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Jesus and Paul on Heaven and Hell

A couple of days ago I indicated on the blog that I am thinking about devoting my next book to the “Invention of the Afterlife” – that is, to the question of where the Christian doctrines of heaven and hell came come.  I asked for comments (and I still welcome them) from people about what they would be interested in seeing in a book like that.  Many, many thanks to everyone who has (so far!) responded to my request!

As some of you know, I have already written a *bit* about the topic in an earlier book, Jesus Interrupted.  I thought it might be useful to replay what I said there, just to show where my thinking is at this point (I haven’t developed my thoughts significantly from writing that book, published in 2009) (but I expect they will develop in a big way, once I start working more diligently on the question).  Here is the first half of what I said there.  The second half will come tomorrow.  (For those of you who keep track of such things, these two posts reprise what I posted earlier in the year, before I had any idea of writing this book.)




In some parts of Christendom today, especially the parts that I was one time associated with, the religion is all about the afterlife.  On the very personal level, people are eager to experience the joys of heaven and to avoid the fires of hell.  Most Christians that I meet today (I know this isn’t true of all Christians everywhere) believe that when you die, your soul goes to one place or the other.

I’ve never quite figured out all the inconsistencies of this view.  On the one hand, the afterlife of the soul sounds like some kind disembodied existence, since your body stays in the grave; on the other hand, people think that there will be physical pleasure or pain in the afterlife, and that you’ll be able to recognize your grandparents.  That would require having a body.

The earliest Christians, starting with Jesus, did not believe in that sort of heaven and hell, as a place that your soul goes when you die.  This too is a later Christian invention.

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(Later) Early Christian Understandings of Heaven and Hell
Why Don’t I Call Myself a Christian? Mailbag: October 8, 2016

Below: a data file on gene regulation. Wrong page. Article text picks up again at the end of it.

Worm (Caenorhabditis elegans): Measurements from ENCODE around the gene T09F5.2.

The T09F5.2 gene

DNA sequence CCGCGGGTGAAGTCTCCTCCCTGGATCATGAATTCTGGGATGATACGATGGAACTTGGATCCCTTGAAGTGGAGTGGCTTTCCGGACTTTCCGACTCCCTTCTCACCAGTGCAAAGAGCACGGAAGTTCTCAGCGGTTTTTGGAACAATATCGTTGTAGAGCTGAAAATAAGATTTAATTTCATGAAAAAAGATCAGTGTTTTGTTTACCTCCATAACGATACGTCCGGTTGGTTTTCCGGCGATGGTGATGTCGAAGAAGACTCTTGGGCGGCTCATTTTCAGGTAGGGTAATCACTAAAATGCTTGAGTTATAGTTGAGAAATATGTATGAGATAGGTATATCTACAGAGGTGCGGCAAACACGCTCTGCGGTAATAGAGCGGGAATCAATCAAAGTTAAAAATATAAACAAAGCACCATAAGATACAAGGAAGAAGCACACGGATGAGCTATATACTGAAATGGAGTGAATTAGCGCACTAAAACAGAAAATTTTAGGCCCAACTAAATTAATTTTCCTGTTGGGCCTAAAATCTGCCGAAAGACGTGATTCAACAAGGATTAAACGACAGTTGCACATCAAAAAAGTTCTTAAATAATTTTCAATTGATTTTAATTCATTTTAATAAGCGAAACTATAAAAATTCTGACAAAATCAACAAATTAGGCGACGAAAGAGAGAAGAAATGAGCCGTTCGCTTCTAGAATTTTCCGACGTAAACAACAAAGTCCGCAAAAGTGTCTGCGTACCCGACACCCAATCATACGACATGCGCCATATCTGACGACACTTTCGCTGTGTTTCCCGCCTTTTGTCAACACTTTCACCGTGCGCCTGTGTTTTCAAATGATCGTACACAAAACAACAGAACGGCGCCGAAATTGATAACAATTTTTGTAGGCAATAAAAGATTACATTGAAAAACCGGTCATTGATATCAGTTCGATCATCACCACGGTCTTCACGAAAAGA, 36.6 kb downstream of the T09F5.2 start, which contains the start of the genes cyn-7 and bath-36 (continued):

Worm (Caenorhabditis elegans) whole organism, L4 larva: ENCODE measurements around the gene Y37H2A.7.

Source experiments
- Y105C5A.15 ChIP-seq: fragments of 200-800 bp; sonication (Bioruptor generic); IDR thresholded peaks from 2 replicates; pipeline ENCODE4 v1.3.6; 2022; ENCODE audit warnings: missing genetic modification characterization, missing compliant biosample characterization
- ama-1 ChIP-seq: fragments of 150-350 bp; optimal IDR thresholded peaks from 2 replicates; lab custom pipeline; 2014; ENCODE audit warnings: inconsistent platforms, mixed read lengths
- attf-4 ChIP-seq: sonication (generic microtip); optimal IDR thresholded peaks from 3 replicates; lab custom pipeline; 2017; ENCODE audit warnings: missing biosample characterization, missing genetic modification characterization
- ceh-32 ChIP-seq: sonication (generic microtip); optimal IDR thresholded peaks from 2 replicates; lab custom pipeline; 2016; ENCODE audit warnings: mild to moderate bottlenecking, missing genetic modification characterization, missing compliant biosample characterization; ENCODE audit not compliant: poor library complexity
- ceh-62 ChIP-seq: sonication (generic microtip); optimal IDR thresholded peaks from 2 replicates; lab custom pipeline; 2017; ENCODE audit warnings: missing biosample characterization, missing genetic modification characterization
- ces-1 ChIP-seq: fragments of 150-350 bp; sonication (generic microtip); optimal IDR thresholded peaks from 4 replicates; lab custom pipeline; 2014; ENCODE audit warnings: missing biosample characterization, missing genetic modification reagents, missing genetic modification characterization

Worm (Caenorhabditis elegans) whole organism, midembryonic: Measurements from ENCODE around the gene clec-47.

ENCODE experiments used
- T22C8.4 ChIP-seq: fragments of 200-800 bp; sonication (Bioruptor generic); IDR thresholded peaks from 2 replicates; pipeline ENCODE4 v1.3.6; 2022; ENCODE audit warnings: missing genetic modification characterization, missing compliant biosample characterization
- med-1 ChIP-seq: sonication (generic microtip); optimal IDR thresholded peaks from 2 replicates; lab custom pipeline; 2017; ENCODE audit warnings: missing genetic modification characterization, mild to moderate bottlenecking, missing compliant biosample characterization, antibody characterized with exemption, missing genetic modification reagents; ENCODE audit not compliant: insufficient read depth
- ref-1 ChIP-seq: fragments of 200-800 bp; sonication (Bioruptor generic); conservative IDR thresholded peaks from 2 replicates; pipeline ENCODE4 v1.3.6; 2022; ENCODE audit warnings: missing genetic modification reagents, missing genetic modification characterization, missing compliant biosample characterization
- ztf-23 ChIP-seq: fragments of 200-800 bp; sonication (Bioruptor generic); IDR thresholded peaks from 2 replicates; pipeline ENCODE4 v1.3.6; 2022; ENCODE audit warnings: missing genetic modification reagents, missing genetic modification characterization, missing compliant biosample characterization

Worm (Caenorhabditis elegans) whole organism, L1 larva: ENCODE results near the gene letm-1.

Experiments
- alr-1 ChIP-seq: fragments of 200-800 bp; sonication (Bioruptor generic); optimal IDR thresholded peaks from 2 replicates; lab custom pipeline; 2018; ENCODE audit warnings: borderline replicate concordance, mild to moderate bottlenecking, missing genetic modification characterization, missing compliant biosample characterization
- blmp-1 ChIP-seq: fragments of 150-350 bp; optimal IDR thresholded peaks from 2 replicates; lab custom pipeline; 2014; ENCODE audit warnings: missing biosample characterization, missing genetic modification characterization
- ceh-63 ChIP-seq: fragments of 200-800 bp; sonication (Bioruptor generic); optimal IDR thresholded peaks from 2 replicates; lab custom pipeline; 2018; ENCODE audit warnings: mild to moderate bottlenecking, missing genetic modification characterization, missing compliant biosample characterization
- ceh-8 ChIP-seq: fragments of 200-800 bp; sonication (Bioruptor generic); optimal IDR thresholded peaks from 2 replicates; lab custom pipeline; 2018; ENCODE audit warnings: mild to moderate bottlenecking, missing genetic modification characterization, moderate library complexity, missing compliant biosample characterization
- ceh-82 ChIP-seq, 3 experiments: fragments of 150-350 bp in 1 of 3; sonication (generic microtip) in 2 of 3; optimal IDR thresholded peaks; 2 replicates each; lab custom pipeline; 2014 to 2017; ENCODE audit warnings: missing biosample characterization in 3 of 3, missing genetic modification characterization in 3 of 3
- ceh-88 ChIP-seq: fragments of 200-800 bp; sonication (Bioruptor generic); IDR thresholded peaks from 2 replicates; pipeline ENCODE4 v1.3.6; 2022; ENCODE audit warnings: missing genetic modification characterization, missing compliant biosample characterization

1. Avatar
    meohanlon  October 26, 2016

    Given the expectation the first Christians had about the old world to give way to God’s kingdom on Earth, I’m wondering if there is any passage in the New Testament, that answers the following questions this raises, at least according to scholarly opinion:
    If this involves new, imperishable bodies, does this mean one has to die physically in order to reborn, or does that only involve some kind of transfiguration that goes along with the spiritual rebirth Jesus tells Nicodemus about (almost as though spiritual transformation had to happen before one was worthy of the new body in God’s kingdom)?
    Since this dialogue appears in John, does it reflect a reinterpretation of an earlier notion of rebirth when no apocalypse had come to pass within a generation of Jesus’ death?

    • Bart
      Bart  October 27, 2016

      My sense is that John thinks the rebirth happens in this life, here and now, and that when reborn you *have* (not *will get*) eternal life. But of course things change when you die and you go to the heavenly realm to one of the “mansions” Jesus has prepared for you (John 14:2)

  2. Avatar
    mdwyer  November 5, 2016

    Did Jesus believe that Hell would exist on earth or in some other realm?

  3. Avatar
    gavm  November 26, 2016

    Please do a book on heaven and hell

  4. Avatar
    Michele  October 22, 2018

    Dr Ehrman,
    about the changes in Luke’s possible postponed date in the 120s you said:
    “It actually wouldn’t change it much, although it might make scholars less inclined to give an early date to Q”

    Why? Even if Luke was written in 120s, remaining Matthew in the 80s, Q should keep the same date, or no? I mean, Luke was in any case written after Matthew
    In any case what date?
    Thank you so much!

    Michele Fornelli

    • Bart
      Bart  October 24, 2018

      some people argue that if two sources knew of the document in the 80s, it would suggest it was written and distributed much earlier than that, whereas if only *one* source knew it in teh 80s, not so much. It’s probably a specious argument

      • Avatar
        Michele  October 25, 2018

        If I can I’d like to take advantage of your kindness to ask you why, when Tompicard asked you:

        “Do you have examples of Jesus words that you consider historical, in which he taught the resurrection of the physical body?”

        You answered:
        “I suppose the dispute with the Sadducees over the resurrection in Luke 20?”, instead of Marc 12,18-27 from which Luke 20 is taken? Or was it just a randomness?

        Thank you really much!

        Michele Fornelli

        • Bart
          Bart  October 26, 2018

          That’s a great question. I’m surprised that I didn’t cite Mark 12, as that would always be my first inclination! Maybe my NT was open to Luke at that time…

  5. Avatar
    GeorgieC7  November 2, 2018

    “In my Father’s house are many mansions: if it were not so, I would have told you. I go to prepare a place for you.”
    I’ve always wondered what this meant. It seems to imply in heaven there were dwelling places for the faithful.
    Was this even translated from the Greek correctly?

    • Bart
      Bart  November 4, 2018

      The word “mansion” is a mistranslation, but it does mean something like dwelling place/ room. There are places for them to go at death, to be with God (for the Gospel of John).

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